Public endangerment is one thing (part of the job, you could say), but I never figured Spider-Man for a real criminal, capable of actual misdeed. He got that line from his dying uncle, after all, that with great power came great responsibility, and with last words like that hanging over a guy’s head, there’s no way he’s falling off the straight and narrow. Besides, Spidey’s a regular guy like us; poor, publicly educated, slave to a crap job, dogged by the mainstream media and the subject of untold amounts of abuse from egomaniacal bosses and hopeful masters of the world. He lives in a suburb. He cares for his elderly aunt. He married his high school sweetheart. And he’s also committed libel:
That’s right. He’s a liar. A dirty, no-good liar. As if it wasn’t bad enough that the first thing he thought about doing with his fabulous powers was to become a famous stage act, his third thought–after thinking that he would make a half-decent crimefighter–was to fabricate the events of his fight with the Sandman, who he had just sucked into a vacuum cleaner. I mean, it’s ingenious, and it’s not like the Bugle’s subscribers are ever going to know the difference between the Sandman and actual sand (why the guy has never pulled a robbery on a beach, I’ll never know), but it is unethical, not to mention incredibly self-serving. Where, for instance, is the shot of him actually beating the Sandman? Did he need to find another vacuum cleaner? Did he steal one? Or did he just leave the sand on the floor for the janitor to sweep up in the morning?
While understand why he feels the need to lie to his boss about how he gets pictures of Spider-Man fighting guys like the Vulture, Electro, and Doctor Octopus, the fact that our earnest wall-crawler is unapologetically lying to the Daily Bugle’s readership is downright unforgivable. He even thinks that it’s somewhat amusing, which is all the more disturbing, because the motto that compels him to fight guys like the Sandman in the first place apparently doesn’t apply to the concept of journalistic integrity. This from a guy who often shakes his fists at the editorial machinations of J. Jonah Jameson, who has also shown a blatant disregard for the truth in matters relating to Spider-Man.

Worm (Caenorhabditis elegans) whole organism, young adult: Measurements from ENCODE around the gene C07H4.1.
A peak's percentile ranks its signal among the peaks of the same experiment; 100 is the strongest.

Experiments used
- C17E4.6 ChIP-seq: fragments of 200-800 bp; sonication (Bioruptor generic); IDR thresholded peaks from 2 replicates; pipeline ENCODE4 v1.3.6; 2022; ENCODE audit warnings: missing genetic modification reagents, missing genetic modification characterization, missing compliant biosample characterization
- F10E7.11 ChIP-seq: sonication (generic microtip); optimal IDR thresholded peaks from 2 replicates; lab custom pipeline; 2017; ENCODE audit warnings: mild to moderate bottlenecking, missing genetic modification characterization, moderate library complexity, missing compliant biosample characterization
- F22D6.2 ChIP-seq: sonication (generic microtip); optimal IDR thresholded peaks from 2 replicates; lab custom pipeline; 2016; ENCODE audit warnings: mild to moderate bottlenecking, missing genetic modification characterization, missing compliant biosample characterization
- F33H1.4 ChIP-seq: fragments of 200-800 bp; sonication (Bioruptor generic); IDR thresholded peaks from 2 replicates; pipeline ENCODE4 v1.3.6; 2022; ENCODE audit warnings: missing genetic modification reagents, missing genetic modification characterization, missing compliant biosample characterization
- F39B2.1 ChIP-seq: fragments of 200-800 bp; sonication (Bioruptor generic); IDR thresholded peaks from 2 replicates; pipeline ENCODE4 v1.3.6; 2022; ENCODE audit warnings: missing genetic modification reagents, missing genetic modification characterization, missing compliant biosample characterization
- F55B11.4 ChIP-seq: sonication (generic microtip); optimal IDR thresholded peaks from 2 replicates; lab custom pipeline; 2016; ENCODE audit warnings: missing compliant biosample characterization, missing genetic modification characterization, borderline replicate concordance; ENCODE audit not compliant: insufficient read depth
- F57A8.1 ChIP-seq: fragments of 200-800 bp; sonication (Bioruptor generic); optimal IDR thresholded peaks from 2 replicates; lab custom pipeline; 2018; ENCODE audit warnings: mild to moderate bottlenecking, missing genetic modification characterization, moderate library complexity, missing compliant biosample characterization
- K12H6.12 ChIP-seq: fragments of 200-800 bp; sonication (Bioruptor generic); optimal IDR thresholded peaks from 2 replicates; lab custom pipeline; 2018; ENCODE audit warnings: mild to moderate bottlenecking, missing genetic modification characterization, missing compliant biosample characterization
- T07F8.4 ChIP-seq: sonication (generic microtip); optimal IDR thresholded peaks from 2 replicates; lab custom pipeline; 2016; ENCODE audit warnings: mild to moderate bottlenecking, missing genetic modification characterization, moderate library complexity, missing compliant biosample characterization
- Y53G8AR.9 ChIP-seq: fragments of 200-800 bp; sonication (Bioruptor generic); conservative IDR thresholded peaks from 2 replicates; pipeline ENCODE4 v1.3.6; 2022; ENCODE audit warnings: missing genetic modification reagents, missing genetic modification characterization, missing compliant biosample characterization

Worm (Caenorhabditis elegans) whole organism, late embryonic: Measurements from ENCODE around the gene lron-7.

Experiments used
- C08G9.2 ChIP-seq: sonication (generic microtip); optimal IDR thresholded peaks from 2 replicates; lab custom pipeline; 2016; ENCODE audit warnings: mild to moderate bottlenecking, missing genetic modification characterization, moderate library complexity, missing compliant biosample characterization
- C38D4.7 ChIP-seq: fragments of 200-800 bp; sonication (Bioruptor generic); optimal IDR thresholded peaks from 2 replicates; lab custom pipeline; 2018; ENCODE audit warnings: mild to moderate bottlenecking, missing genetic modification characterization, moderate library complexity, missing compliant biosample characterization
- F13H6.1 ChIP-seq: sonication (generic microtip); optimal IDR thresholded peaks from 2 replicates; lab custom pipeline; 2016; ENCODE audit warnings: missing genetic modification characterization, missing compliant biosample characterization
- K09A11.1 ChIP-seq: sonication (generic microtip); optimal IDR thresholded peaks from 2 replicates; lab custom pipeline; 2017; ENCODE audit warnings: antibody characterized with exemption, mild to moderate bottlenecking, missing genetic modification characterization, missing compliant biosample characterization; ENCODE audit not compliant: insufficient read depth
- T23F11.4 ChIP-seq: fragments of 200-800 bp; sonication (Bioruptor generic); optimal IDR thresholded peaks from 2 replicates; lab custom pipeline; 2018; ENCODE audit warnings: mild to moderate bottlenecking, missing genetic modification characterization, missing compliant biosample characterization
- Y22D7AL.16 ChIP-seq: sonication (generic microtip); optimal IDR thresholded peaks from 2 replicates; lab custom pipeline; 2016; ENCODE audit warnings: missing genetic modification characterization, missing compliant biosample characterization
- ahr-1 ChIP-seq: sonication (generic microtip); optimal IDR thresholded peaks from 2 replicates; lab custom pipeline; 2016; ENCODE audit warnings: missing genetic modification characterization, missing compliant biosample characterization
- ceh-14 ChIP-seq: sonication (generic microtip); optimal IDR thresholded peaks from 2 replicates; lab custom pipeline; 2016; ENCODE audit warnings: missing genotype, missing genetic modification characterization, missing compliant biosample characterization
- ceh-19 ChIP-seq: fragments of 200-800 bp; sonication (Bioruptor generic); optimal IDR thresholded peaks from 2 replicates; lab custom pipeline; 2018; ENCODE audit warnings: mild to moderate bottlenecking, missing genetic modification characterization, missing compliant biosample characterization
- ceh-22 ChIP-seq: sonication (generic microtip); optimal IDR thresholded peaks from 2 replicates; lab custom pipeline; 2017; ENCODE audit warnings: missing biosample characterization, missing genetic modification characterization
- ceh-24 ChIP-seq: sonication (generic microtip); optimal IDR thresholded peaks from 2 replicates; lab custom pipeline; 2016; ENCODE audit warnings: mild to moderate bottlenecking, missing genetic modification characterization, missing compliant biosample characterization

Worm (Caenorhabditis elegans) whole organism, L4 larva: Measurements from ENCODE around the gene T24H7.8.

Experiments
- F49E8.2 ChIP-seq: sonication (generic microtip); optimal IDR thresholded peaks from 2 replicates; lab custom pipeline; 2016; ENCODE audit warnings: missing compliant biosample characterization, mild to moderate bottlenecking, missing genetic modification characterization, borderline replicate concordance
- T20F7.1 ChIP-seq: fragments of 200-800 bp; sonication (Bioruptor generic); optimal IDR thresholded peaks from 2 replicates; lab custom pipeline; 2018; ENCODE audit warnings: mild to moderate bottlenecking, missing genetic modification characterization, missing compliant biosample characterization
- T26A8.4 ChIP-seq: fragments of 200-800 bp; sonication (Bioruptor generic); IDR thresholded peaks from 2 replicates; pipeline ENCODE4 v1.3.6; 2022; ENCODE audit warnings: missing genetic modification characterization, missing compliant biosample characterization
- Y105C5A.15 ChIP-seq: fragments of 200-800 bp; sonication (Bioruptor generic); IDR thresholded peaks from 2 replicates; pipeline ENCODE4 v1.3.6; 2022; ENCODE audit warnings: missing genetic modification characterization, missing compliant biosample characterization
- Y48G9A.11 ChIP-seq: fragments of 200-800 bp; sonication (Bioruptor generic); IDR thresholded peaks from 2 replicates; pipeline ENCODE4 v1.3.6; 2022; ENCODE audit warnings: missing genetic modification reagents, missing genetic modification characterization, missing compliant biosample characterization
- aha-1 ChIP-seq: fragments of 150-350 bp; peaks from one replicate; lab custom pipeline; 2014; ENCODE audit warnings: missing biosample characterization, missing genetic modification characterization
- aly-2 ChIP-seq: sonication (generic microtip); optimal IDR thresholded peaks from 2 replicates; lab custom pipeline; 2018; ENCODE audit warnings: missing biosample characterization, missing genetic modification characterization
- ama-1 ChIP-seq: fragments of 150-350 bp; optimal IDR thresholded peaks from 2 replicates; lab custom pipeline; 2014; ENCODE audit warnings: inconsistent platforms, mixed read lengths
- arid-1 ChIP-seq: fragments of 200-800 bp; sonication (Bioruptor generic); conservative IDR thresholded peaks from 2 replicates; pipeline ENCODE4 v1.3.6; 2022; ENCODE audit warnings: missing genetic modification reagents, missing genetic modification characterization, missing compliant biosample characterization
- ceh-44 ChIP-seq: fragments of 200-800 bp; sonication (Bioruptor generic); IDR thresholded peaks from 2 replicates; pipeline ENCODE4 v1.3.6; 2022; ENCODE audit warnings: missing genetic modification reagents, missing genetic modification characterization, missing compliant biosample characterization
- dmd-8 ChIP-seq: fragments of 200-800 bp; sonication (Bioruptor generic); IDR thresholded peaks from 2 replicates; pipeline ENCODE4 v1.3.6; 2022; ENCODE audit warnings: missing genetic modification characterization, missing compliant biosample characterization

The strange thing is that the Sandman is right there in that vacuum cleaner while the ol’ webhead blathers on about faking the fight for the benefit of the Bugle. I know he’s not the sharpest knife in the drawer, but Sandman can probably read, and he’s certainly broken out of jail. Most vacuum cleaners aren’t soundproof, you know? Sure, he’d have to admit a weakness to the incredible power of the Dyson ball, but he’d be unmasking and disgracing Spider-Man were he to put two and two together and call a press conference. I understand that it’s not as maniacal a scheme as most supervillains prefer, but c’mon–the guy got beaten by a vacuum cleaner. How much lower can one sink?
And I’m sure everybody will be really happy that Parker got to take his pictures when there’s a fire in that building with no sand to put it out. Boy, that Spider-Man. What a jerk.
Paul Arrand Rodgers
Paul Arrand Rodgers has this blog, and that's about it.